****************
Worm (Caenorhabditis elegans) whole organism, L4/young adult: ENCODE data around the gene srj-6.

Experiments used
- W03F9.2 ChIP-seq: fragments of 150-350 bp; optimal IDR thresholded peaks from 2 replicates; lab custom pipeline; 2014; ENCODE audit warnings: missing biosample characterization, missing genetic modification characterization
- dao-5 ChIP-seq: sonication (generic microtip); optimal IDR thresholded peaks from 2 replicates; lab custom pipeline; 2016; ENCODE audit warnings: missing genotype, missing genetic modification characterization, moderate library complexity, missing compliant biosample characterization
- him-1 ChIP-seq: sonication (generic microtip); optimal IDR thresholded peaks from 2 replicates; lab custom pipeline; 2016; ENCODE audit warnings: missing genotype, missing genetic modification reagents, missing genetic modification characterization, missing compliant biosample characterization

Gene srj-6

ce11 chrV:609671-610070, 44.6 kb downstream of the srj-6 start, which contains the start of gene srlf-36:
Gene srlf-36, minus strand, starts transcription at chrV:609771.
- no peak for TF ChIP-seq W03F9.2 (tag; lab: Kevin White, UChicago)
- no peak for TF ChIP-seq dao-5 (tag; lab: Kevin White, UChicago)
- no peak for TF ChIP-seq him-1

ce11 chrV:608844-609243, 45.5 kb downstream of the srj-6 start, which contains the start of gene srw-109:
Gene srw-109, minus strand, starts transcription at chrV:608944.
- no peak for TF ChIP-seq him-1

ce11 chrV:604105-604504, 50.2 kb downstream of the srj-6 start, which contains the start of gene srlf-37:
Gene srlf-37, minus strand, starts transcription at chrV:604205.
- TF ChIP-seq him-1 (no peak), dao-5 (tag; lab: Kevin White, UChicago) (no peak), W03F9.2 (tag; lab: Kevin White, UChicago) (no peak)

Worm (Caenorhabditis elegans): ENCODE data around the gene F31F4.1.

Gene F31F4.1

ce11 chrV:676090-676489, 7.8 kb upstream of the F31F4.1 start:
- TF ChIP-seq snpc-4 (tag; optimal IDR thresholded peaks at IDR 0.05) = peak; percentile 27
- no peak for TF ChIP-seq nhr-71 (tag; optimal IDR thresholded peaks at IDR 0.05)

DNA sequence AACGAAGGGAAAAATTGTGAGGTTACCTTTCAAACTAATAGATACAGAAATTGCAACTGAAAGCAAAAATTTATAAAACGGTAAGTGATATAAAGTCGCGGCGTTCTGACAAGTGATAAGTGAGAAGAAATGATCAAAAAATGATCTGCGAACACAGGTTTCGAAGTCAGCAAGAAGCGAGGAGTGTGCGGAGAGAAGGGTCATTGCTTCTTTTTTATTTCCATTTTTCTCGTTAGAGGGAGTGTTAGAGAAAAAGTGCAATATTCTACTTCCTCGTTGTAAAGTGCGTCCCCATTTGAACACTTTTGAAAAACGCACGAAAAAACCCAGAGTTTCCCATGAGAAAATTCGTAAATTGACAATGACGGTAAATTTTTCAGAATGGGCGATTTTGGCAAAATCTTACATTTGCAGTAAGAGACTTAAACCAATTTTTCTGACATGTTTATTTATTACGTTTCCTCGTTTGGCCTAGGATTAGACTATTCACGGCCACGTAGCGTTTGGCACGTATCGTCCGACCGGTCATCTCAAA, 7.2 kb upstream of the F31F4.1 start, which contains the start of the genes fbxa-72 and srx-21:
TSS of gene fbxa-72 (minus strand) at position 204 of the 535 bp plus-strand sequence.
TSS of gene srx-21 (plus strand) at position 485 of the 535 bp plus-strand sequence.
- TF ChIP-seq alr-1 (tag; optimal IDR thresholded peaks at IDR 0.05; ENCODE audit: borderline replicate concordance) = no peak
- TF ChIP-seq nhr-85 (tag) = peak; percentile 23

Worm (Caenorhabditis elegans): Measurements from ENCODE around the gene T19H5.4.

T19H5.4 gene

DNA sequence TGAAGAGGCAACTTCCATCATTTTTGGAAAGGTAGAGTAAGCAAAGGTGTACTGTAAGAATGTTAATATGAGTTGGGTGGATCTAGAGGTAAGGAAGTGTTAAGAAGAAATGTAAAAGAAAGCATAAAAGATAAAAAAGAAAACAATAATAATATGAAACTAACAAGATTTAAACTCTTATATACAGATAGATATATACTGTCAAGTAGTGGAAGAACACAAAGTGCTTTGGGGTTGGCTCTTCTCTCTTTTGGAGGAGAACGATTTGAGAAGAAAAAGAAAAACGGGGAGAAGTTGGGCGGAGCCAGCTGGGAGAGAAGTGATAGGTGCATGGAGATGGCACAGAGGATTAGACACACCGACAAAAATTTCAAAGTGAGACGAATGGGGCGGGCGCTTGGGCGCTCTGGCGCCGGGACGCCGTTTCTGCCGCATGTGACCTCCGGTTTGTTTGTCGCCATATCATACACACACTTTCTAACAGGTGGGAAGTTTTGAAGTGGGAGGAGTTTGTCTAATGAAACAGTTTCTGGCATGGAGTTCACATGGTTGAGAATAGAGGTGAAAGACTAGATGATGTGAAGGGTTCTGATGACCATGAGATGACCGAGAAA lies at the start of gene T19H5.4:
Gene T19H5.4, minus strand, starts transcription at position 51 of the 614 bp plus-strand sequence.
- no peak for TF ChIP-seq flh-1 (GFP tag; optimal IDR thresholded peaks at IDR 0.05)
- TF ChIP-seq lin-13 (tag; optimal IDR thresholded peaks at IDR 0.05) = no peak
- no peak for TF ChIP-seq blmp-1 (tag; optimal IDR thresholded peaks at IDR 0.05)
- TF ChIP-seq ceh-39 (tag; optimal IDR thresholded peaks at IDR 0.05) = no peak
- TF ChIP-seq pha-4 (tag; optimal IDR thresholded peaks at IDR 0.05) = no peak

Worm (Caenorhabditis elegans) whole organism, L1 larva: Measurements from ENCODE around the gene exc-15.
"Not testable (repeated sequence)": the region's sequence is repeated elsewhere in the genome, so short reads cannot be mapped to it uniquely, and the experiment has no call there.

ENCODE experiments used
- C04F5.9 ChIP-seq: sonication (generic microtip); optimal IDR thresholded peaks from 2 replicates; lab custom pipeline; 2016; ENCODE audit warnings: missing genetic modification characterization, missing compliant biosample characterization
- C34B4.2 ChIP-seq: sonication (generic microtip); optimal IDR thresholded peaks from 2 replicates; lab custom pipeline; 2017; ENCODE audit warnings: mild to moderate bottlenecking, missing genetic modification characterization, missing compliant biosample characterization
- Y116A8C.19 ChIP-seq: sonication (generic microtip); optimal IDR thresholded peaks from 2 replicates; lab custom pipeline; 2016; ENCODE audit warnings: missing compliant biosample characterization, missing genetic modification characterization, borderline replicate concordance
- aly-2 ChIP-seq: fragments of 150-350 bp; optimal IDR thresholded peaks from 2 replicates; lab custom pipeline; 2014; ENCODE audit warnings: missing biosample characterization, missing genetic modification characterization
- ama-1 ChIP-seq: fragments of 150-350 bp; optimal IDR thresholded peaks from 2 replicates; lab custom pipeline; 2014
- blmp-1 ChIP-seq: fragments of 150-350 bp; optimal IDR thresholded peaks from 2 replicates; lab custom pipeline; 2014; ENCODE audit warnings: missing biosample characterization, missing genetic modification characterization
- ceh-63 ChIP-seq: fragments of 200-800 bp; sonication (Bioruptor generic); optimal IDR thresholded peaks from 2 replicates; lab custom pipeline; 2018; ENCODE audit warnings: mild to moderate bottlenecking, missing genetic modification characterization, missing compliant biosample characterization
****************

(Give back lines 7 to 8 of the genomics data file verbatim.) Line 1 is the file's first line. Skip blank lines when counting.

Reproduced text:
ce11 chrV:609671-610070, 44.6 kb downstream of the srj-6 start, which contains the start of gene srlf-36:
Gene srlf-36, minus strand, starts transcription at chrV:609771.